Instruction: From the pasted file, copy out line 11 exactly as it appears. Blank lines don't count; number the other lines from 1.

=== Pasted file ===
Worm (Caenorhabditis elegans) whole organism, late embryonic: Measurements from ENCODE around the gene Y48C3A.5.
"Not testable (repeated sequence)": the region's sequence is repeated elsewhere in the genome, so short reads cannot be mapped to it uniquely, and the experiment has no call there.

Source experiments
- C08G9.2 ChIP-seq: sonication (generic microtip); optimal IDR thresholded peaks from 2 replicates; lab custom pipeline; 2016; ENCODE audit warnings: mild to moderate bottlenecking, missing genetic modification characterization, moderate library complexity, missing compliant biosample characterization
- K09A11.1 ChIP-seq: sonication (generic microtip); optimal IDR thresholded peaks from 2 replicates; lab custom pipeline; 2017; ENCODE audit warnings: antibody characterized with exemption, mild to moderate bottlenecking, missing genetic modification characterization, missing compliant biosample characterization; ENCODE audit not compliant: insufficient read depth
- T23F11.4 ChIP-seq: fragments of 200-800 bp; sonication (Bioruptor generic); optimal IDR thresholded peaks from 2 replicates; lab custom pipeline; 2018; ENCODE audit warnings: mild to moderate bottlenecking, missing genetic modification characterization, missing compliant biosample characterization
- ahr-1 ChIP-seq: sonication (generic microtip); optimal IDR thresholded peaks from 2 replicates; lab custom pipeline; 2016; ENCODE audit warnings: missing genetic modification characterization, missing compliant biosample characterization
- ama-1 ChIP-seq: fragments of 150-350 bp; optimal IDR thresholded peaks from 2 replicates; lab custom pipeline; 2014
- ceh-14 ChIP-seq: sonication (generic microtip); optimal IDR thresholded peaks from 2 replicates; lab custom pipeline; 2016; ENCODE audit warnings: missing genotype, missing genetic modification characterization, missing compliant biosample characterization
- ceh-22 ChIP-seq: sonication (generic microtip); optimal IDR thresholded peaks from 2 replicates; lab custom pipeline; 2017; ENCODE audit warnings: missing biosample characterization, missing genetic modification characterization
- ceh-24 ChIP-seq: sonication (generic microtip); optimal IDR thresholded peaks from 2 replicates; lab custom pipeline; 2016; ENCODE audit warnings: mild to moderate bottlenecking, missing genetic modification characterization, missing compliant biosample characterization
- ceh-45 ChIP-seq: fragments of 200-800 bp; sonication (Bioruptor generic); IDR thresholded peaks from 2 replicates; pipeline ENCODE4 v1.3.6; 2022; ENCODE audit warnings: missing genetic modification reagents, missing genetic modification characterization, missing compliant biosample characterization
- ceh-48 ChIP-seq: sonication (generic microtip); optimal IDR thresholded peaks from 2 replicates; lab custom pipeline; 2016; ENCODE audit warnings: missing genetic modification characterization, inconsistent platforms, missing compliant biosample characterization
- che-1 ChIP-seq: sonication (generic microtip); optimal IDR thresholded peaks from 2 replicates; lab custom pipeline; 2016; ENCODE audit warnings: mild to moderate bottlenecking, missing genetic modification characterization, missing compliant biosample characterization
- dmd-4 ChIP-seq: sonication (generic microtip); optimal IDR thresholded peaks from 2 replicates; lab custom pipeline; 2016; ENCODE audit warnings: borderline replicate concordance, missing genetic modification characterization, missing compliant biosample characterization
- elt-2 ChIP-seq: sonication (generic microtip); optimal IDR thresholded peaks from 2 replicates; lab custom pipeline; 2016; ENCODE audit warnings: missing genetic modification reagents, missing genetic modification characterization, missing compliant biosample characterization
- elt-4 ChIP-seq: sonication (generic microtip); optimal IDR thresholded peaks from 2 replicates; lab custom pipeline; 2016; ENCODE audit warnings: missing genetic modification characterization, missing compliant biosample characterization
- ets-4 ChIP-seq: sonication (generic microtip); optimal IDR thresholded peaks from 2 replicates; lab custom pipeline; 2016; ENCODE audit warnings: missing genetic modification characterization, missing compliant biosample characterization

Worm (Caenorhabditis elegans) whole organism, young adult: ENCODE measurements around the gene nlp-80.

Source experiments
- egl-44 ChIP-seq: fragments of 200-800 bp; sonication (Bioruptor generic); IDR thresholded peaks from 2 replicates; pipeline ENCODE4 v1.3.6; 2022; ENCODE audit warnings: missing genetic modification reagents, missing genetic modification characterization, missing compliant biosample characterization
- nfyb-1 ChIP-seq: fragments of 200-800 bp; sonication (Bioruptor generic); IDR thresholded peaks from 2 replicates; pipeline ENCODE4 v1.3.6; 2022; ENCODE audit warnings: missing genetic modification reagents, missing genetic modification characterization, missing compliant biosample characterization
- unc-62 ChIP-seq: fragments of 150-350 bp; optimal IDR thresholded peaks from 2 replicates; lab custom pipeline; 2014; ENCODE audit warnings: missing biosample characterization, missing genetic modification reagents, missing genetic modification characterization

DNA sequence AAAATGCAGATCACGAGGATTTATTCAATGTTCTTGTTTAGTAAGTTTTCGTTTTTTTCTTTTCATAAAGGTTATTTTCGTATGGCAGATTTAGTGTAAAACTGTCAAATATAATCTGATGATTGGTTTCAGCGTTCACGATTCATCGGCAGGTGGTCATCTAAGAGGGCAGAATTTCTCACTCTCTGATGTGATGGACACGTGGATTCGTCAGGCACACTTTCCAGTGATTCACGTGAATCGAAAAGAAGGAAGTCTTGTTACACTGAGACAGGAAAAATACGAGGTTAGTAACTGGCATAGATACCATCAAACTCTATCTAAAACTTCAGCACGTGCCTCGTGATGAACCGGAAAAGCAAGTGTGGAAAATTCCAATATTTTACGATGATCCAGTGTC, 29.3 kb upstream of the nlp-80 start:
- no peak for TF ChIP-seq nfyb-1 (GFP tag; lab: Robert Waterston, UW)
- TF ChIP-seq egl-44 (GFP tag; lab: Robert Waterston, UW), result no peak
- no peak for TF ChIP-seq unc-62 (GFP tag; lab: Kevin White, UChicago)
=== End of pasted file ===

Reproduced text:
- ceh-24 ChIP-seq: sonication (generic microtip); optimal IDR thresholded peaks from 2 replicates; lab custom pipeline; 2016; ENCODE audit warnings: mild to moderate bottlenecking, missing genetic modification characterization, missing compliant biosample characterization